The European Court of Justice (ECJ) ruled Wednesday that the protected status of the name “Aceto Balsamico di Modena” does not extend to the non-geographic terms in the name. The ruling favored the German vinegar producer Balema, which uses “balsamico” and “deutscher balsamico” to market vinegar-based products made from local wines.
A group of Italian vinegar producers registered “Aceto Balsamico di Modena” in the register of protected designations of origin (PDO) and protected geographical indications (PGI) in 2009. Balema‘s site where they brew vinegar was built in 2002 but is associated with a vinegar producer that has existed since 1868. When the Italian producers of “Aceto Balsamico di Modena” asked Balema to stop using “balsamico” in their labels, Balema asked the German courts to rule that it has the right to use “balsamico” and “aceto.”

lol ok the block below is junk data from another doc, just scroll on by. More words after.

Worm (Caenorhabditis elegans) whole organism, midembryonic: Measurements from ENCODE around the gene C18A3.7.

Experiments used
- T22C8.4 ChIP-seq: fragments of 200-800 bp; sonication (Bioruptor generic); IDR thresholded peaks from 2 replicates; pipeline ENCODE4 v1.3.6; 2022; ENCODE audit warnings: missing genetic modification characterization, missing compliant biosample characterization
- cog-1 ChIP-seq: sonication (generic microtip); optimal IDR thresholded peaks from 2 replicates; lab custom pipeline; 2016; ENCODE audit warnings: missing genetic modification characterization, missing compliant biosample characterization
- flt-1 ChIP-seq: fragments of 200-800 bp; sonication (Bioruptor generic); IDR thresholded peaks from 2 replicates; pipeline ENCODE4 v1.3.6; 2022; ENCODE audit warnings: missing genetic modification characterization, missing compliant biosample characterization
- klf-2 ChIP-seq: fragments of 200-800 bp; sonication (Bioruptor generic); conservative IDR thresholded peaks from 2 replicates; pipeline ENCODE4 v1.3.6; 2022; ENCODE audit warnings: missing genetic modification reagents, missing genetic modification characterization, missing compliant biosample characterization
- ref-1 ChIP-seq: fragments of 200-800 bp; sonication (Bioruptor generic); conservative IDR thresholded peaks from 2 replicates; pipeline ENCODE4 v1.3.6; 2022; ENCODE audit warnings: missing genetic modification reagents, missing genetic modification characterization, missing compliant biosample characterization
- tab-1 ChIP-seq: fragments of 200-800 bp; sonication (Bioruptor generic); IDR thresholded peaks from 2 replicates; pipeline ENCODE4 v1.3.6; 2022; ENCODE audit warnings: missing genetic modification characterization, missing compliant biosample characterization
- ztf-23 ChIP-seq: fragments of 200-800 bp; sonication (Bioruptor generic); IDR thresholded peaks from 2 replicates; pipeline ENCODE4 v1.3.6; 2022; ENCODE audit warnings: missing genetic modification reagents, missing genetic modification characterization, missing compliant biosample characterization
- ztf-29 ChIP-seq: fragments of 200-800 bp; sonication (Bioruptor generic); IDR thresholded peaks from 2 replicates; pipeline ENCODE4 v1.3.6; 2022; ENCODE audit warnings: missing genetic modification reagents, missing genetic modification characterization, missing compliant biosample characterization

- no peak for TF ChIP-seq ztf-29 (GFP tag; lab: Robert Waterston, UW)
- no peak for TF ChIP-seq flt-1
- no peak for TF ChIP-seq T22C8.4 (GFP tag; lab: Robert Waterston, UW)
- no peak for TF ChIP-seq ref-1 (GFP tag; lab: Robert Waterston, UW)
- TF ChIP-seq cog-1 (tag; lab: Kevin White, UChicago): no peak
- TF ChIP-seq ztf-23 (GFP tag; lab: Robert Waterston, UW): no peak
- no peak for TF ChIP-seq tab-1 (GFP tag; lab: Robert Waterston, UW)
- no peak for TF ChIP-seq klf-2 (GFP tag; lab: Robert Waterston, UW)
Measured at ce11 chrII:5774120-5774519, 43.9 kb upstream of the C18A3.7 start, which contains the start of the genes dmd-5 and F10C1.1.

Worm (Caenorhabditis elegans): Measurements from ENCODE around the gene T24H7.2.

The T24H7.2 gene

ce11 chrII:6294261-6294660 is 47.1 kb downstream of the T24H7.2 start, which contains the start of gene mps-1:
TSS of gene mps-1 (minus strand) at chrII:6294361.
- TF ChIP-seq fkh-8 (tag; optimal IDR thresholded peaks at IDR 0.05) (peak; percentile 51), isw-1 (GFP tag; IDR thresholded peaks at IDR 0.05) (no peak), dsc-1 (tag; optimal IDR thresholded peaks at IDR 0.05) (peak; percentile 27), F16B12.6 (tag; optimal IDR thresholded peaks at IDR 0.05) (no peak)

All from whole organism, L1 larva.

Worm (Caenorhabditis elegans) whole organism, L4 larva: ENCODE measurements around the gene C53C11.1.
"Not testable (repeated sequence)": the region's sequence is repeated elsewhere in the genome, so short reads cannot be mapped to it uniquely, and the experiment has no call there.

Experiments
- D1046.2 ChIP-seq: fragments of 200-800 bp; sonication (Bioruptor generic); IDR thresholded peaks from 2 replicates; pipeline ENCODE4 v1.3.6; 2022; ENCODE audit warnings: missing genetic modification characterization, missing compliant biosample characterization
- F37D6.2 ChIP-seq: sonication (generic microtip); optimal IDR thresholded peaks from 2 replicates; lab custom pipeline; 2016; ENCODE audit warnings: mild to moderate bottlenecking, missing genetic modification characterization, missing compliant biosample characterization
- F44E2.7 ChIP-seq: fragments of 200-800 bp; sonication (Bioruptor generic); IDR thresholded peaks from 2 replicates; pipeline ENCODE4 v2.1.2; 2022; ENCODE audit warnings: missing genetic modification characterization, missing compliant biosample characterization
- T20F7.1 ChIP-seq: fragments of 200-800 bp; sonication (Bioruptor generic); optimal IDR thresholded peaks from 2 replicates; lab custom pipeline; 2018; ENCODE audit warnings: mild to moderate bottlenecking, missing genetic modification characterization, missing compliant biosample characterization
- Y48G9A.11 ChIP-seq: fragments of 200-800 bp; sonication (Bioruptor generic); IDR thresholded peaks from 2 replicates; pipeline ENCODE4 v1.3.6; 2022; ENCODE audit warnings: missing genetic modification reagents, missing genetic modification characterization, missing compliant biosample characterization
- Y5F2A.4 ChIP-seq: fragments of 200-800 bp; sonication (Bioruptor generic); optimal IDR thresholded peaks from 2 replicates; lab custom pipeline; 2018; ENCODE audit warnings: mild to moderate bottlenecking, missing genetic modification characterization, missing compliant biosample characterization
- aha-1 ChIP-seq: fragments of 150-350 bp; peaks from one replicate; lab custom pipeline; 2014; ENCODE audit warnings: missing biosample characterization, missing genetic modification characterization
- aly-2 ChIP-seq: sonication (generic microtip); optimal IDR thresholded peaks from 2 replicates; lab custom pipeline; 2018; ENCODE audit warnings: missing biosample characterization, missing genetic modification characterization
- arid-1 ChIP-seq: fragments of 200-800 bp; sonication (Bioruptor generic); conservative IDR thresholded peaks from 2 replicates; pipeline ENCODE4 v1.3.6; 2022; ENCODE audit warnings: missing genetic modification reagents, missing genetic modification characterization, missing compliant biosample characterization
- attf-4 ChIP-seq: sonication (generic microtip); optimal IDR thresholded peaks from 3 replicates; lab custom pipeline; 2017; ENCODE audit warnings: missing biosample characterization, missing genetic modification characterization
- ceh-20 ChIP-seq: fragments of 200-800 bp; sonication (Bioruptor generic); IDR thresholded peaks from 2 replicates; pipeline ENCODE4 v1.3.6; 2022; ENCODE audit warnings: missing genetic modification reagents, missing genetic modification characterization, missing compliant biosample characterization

After a lengthy legal battle, the German courts referred the issue to the ECJ last year. On Wednesday the court ruled that only “Aceto Balsamico di Modena” as a whole has protected status under EU law. It did acknowledge that the name has an established national and international reputation. However, the court pointed out that both “aceto” and “balsamico” are commonly used words. The court additionally stated that “aceto” and “balsamico” appear in the registered PDOs of other vinegar producers without infringing on the protected status of “Aceto Balsamico di Modena.” As such, according to the ECJ, “aceto” and “balsamico” clearly to not have protected status. The producers of Aceto Balsamico di Modena have since declared the ruling unjust, arguing that only their vinegar has the bitter-sweet flavor required to be labeled “balsamico.”